Amid the COVID-19 resurgence and other decidedly negative health stories comes at least one snippet of good news: The consumption of Sugar-Sweetened Beverages (SSBs) in the U.S. dropped sharply between 2003 and 2016. Which means public health initiatives in the early 2000s have worked…
According to an abstract of a recent study by a consortium of researchers, published in Journal of the Academy of Nutrition and Dietetics, consumption of SSBs dropped markedly across most ethnic/demographic categories, casting a few rays of very welcome sunshine on the obesity front.
(Left) Fat kid switched to Sugar-Free Soda.
What they did
Researchers data-mined results from 2003 to 2016 for a sample of more than 20,000 children and 30,000 adults from the National Health Examination and Nutrition survey (NHANES), which provided a nationally representative look at beverage consumption for adults and children. In addition to looking at changes in consumption over time by heavy SSB consumers overall, the investigators looked at trends by age, sex, race/ethnicity, and family income level, as well as purchase and consumption locations.
What they found
Among children, the percentage of heavy SSB consumers (defined for purposes of the study as those who drank 3.5 or more standard cans of SSBs a day) declined from 11 percent to 3 percent consistently across age group, sex, family income level, and most race/ethnicities.
For adults, the percentage of heavy SSB consumers declined from about 13 percent to 9 percent overall, but there was variation among different age, sex, and racial/ethnic groups. There was no significant change in the percentage of heavy SSB drinkers (no improvement) over the period among the 40-59-year old group and among non-Mexican Hispanic adults. The results showed that the percentage of heavy SSB drinkers has increased among people 60 years old and older, although the absolute percentage of heavy SSB consumers in this group was low.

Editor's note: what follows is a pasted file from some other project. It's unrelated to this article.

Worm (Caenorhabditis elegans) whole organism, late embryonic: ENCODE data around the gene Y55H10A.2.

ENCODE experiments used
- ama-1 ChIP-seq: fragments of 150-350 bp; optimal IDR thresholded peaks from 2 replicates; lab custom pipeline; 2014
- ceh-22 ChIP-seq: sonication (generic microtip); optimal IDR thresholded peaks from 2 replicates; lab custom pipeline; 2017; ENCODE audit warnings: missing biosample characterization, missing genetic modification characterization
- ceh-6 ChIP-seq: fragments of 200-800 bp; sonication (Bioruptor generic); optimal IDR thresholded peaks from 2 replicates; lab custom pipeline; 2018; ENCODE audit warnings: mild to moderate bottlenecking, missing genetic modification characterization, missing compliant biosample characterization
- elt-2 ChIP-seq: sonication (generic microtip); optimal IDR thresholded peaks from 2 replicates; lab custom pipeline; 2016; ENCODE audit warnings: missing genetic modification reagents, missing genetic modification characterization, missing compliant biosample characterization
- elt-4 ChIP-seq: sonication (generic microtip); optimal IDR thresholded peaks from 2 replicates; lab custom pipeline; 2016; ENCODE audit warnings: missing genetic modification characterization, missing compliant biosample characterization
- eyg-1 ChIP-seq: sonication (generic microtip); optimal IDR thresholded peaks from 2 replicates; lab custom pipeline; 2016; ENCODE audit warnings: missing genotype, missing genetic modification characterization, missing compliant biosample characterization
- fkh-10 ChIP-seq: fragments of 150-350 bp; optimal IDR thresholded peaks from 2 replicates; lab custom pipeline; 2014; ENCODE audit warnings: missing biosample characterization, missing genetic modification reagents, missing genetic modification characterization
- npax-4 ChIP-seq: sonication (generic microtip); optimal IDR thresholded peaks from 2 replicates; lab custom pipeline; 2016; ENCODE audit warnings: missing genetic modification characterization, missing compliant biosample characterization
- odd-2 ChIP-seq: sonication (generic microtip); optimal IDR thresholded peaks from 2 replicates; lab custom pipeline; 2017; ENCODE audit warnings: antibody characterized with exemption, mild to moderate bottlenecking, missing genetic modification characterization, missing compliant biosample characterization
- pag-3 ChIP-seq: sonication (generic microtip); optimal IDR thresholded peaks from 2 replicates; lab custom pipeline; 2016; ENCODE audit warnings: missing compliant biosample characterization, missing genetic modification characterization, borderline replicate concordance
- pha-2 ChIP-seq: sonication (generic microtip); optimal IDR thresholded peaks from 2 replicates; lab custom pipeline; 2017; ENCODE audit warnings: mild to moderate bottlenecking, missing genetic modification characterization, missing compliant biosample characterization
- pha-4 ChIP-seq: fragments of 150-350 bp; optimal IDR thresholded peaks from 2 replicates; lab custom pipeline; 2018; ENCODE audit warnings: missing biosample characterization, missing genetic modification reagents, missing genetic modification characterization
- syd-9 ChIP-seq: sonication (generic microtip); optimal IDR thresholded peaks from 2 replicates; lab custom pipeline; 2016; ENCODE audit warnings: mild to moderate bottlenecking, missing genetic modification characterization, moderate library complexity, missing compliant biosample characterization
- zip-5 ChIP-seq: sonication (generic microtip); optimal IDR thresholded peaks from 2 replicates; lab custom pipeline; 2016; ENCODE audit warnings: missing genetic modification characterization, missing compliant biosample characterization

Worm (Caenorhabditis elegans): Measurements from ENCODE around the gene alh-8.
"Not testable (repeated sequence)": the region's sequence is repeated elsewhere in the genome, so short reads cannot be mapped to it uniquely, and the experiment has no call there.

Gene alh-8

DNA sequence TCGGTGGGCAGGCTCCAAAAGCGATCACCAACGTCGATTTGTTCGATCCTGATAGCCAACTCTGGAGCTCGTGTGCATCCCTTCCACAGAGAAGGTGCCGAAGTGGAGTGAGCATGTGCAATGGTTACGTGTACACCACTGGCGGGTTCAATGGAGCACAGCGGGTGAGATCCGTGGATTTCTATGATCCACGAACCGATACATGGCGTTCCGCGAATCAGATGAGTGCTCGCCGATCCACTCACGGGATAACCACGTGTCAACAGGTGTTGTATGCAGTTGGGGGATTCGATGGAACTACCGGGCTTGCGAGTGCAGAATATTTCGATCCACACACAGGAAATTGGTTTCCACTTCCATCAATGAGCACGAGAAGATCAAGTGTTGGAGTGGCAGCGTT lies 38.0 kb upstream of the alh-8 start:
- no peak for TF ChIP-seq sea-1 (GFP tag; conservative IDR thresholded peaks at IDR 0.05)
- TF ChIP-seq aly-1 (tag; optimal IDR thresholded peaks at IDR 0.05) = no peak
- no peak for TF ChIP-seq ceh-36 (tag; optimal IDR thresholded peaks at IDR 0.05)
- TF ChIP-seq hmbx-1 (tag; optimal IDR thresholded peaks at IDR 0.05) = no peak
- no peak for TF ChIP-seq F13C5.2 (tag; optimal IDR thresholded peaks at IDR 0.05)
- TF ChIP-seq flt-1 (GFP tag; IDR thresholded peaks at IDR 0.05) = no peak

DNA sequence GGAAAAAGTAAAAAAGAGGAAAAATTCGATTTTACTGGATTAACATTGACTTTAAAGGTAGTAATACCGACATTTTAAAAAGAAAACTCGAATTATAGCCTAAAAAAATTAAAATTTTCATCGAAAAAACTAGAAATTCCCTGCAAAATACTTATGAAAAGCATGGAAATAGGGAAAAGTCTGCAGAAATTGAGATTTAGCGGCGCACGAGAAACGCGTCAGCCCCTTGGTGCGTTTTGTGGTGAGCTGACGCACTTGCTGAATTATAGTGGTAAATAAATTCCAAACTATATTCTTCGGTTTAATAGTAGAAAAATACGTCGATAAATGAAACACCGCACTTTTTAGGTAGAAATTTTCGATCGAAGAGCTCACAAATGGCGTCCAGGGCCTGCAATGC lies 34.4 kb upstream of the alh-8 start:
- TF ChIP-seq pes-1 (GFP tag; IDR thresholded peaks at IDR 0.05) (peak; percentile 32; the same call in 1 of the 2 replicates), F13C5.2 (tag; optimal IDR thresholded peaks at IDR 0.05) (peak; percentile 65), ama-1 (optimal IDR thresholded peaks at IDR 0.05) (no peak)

Finally, the investigators looked at the most recent years of data (2015-2016) and found that the majority of SSB calories consumed by heavy SSB drinkers were from stores and about half of the SSB calories were consumed at home.
“Our study contributes important new evidence and insights to research on SSB consumption, and it tells a public health success story. The percentage of children and adults who are heavy sugary beverage drinkers has declined significantly, which is similar to trends in overall SSB consumption. Public health strategies to reduce excessive intake of sugary beverages appear to be working,” said Study Senior Investigator Dr. Sara N. Bleich, of the Harvard T.H. Chan School of Public Health.
First Author Kelsey A. Vercammen, MSc, of the Harvard T.H. Chan School of Public Health commented, “The insights gleaned from our study can help reduce consumption even further. Because the results zeroed in on several groups who showed no improvement or actually increased their intake, these can be used to better target interventions. Ongoing surveillance is also important to keeping these trends moving in the right direction.”
Given that the obesity crisis is one of the most serious public health crises facing the world today, the results of the T.H. Chan study represent very good news, indeed. But – as is often the case – study spokespeople agree, we’re far from, ‘out of the woods’ on this issue. Now that we’ve found a promising route through those woods, let’s not waste any time moving forward, exploring to further.
~ Maggie J.